Some notes and images on how I made a sturdy saw bench for ripping and cutting wood.
It all started with a pile of lumber. More precisely some 2x3 and 2x6 pine construction wood that was cut to length using a japanese saw. To make precise cuts I made knife walls, see the end of the lower left piece in the image. These guides the cuts and makes cutting square much easier.
After the pieces were cut to length I stacked them to get a glimse on what the final dimensions whould be like. I was fairly satisfied with the result so there was no need for futher adjustments.
On the top of the legs I made these big and fancy dovetails. The slope is about 1 to 6 if my memory is correct. A suitable angle for softwoods like pine.
After some fiddling with chisels and some cursing I managed to fit two legs to a top.
To secure the legs to the feet I started by marking the mortise with a knife...
...then it was just to start digging with a chisel.
And digging some more.
Now it's time to turn the pice and go from the other side.
Then - "break on through to the other side" and some more chisel work to square up the sides.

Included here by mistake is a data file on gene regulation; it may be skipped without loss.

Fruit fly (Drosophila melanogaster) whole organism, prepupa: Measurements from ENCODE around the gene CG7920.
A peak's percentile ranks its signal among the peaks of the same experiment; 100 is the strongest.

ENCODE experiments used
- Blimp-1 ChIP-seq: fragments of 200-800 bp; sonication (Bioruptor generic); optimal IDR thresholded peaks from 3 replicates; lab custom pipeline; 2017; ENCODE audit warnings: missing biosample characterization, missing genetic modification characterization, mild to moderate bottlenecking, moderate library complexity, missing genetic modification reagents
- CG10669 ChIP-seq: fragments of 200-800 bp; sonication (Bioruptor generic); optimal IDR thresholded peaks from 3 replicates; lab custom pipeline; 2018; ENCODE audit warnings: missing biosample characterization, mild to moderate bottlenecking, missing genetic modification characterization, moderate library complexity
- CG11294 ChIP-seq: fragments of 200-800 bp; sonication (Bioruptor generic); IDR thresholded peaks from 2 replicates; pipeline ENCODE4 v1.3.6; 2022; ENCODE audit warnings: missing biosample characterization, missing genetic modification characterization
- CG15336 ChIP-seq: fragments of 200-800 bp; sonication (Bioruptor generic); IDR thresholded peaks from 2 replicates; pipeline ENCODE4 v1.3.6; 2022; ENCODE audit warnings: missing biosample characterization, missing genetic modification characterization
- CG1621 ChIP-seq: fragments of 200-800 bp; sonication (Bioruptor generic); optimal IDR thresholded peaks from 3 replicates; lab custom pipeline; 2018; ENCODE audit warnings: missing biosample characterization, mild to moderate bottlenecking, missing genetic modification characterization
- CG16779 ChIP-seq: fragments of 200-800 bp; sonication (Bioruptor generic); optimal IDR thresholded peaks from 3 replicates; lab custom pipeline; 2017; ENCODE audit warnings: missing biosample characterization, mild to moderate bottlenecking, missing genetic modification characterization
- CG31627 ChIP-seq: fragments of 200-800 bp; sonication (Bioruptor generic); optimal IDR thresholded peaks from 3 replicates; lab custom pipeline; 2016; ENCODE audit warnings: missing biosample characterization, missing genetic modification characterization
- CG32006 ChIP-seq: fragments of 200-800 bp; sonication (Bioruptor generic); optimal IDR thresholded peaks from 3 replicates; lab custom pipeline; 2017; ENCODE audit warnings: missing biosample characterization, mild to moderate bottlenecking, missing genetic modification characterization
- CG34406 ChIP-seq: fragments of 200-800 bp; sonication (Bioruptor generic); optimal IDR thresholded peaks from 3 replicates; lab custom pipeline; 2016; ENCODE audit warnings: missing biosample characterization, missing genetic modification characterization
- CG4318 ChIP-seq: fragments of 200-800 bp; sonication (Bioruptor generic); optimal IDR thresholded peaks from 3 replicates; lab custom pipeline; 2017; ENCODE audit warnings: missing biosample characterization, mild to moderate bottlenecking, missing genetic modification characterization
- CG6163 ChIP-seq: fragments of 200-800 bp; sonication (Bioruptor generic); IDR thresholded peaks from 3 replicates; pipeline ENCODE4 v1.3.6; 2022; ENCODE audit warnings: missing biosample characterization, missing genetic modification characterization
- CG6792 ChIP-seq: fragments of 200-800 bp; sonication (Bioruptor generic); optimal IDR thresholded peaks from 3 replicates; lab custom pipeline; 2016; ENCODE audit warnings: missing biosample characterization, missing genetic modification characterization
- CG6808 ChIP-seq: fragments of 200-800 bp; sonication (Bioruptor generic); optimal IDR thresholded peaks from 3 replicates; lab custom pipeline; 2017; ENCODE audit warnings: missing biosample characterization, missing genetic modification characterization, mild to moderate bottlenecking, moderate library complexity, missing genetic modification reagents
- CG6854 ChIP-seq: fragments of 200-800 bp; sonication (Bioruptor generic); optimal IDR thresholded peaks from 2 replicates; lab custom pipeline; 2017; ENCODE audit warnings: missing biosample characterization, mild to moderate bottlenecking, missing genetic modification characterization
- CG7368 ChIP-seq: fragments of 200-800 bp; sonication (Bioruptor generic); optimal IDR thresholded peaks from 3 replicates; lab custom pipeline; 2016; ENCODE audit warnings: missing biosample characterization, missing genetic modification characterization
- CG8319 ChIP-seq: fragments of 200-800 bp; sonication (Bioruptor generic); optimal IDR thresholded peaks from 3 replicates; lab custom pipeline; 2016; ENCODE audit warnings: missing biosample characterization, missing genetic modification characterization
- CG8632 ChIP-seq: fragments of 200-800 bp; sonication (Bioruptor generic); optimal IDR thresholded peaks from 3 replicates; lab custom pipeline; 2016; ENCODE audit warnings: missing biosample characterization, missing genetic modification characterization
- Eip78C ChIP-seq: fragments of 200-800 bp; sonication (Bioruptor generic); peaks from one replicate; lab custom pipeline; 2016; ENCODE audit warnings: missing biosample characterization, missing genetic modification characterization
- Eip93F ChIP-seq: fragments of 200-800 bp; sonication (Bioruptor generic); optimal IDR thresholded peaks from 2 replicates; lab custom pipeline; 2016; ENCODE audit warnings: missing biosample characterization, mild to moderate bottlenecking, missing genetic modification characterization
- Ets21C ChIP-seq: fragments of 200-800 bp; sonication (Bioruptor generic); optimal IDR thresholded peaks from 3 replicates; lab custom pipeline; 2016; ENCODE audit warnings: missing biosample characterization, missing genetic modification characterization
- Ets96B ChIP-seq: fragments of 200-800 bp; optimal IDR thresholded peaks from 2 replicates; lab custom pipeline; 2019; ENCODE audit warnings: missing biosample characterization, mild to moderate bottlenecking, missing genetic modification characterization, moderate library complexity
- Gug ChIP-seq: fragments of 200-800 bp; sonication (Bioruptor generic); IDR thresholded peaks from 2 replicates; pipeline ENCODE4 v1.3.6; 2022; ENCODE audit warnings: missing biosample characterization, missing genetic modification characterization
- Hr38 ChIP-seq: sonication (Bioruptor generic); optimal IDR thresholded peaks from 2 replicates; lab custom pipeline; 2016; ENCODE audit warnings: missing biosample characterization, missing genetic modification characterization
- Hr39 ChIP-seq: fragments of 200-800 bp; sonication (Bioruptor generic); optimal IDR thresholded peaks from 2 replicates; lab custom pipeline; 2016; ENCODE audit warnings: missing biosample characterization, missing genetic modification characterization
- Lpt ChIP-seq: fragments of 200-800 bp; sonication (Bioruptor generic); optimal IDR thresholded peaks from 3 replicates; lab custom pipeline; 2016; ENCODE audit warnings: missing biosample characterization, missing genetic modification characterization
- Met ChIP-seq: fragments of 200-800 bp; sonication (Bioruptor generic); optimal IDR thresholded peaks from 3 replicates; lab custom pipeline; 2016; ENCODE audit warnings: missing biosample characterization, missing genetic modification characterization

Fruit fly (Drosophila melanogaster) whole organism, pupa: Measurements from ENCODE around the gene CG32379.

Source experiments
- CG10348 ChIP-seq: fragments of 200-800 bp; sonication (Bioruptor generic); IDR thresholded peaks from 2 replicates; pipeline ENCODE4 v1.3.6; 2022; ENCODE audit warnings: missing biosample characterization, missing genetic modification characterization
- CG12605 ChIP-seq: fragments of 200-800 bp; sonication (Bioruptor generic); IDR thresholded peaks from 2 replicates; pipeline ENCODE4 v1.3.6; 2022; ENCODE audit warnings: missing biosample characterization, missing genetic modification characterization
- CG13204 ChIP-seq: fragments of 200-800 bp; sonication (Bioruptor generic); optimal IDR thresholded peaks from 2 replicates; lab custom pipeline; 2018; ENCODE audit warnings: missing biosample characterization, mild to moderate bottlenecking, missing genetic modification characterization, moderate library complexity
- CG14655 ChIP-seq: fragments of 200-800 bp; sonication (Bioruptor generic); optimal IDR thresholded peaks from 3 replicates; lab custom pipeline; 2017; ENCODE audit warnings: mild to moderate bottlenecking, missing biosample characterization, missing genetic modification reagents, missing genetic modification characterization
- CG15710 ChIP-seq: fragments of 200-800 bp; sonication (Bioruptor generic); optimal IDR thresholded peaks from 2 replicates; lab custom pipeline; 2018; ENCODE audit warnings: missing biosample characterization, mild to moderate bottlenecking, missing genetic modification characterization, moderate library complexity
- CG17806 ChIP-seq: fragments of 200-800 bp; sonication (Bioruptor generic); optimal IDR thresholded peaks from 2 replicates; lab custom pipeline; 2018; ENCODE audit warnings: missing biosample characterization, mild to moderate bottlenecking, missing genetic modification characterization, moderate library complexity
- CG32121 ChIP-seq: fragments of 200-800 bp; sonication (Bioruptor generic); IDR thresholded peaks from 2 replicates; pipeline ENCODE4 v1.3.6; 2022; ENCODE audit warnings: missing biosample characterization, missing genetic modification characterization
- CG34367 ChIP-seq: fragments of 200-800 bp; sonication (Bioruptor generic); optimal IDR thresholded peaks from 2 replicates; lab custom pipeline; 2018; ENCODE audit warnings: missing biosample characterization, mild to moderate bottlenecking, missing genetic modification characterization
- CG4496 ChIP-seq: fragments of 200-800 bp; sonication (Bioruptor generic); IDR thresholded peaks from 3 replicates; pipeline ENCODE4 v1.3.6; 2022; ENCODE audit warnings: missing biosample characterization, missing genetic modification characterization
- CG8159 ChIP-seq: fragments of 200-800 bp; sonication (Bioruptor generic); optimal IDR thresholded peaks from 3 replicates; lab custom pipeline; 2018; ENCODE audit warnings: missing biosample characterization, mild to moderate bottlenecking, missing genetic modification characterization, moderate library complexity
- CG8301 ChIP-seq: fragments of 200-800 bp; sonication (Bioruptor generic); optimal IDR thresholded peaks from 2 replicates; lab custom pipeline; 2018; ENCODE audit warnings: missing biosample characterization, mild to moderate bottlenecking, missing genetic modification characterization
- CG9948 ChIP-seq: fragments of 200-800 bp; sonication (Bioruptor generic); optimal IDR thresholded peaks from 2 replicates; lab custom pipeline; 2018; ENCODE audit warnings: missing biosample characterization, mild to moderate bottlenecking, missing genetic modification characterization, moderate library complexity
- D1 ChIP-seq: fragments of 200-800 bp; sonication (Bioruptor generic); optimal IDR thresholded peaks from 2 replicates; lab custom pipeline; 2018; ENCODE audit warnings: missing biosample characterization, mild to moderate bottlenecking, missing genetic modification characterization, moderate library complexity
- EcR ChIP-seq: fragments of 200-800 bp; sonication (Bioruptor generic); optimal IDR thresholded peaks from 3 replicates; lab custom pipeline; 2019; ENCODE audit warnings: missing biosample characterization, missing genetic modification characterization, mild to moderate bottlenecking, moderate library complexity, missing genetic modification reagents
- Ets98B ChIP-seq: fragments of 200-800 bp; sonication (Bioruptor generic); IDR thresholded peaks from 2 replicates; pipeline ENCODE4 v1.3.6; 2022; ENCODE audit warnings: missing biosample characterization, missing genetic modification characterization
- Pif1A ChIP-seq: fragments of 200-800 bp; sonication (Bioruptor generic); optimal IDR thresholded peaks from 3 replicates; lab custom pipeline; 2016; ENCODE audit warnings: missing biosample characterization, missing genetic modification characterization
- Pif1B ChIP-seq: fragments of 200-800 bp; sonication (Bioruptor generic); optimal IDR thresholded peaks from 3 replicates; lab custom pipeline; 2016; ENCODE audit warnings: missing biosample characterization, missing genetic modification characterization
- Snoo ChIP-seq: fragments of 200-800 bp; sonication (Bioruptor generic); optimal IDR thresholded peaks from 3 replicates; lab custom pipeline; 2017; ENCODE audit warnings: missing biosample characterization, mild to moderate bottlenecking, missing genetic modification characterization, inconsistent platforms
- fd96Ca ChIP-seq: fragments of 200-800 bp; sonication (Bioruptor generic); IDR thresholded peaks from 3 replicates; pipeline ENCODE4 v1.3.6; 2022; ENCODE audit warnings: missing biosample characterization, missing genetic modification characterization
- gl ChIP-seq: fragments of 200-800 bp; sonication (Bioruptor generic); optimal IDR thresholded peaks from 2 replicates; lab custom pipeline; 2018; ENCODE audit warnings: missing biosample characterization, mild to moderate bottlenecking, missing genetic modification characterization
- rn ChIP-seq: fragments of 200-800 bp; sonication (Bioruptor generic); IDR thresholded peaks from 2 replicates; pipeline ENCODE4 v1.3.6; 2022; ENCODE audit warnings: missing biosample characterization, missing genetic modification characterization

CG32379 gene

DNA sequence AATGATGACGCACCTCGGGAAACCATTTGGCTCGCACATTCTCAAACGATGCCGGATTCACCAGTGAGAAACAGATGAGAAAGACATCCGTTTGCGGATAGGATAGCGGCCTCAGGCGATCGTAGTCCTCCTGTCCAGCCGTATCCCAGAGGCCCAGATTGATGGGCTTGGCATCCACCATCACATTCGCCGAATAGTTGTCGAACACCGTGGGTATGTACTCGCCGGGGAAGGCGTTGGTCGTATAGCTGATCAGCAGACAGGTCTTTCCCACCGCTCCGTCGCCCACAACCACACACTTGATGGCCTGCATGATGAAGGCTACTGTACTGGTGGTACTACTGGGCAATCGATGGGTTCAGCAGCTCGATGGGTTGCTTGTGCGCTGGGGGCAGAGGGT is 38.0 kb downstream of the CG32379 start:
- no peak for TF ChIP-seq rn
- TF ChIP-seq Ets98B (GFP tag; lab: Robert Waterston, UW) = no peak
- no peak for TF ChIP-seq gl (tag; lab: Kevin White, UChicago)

3/4 of the legs in place. Here you can see the take outs for the dovetails on the beams between the legs. The beams have a single dovetail.
The gluing process has begun. In the back the legs of the second half of the bench is glued to the top. In the front the beam is glued to the legs of the first half of the bench.
Almost done. The second beam is glued to the legs.
At last the bench is assembled and touched up with a plane to smoothen out all protruding joints.
First coat of boild linseed oil is applied. Later a second layer was applied. If you look closely you can see the small feet of oak I added to make the bench less wobbly and more durable.
The finished bench!
It was a really fun project to implement. The dovetails were a bit intimidating but worked out pretty well. It's really nice to have a sturdy bench when sawing. A practical and imho beautiful tool to have in the shop.